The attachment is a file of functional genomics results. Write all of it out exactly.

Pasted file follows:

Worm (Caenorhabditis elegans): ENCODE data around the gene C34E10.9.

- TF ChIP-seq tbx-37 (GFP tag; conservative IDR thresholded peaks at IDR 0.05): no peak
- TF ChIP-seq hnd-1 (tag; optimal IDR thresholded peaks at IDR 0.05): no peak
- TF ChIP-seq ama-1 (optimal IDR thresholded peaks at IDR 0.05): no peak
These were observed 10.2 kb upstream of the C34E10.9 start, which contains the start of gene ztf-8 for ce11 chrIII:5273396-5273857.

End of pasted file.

Worm (Caenorhabditis elegans): ENCODE data around the gene C34E10.9.

- TF ChIP-seq tbx-37 (GFP tag; conservative IDR thresholded peaks at IDR 0.05): no peak
- TF ChIP-seq hnd-1 (tag; optimal IDR thresholded peaks at IDR 0.05): no peak
- TF ChIP-seq ama-1 (optimal IDR thresholded peaks at IDR 0.05): no peak
These were observed 10.2 kb upstream of the C34E10.9 start, which contains the start of gene ztf-8 for ce11 chrIII:5273396-5273857.